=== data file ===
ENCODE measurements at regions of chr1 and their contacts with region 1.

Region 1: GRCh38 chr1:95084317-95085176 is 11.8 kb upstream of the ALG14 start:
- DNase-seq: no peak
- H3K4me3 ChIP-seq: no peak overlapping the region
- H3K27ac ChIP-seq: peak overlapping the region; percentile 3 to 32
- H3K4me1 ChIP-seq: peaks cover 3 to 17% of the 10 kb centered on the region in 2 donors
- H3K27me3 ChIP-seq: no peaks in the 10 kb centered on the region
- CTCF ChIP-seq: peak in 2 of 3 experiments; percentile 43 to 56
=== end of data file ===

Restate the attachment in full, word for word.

ENCODE measurements at regions of chr1 and their contacts with region 1.

Region 1: GRCh38 chr1:95084317-95085176 is 11.8 kb upstream of the ALG14 start:
- DNase-seq: no peak
- H3K4me3 ChIP-seq: no peak overlapping the region
- H3K27ac ChIP-seq: peak overlapping the region; percentile 3 to 32
- H3K4me1 ChIP-seq: peaks cover 3 to 17% of the 10 kb centered on the region in 2 donors
- H3K27me3 ChIP-seq: no peaks in the 10 kb centered on the region
- CTCF ChIP-seq: peak in 2 of 3 experiments; percentile 43 to 56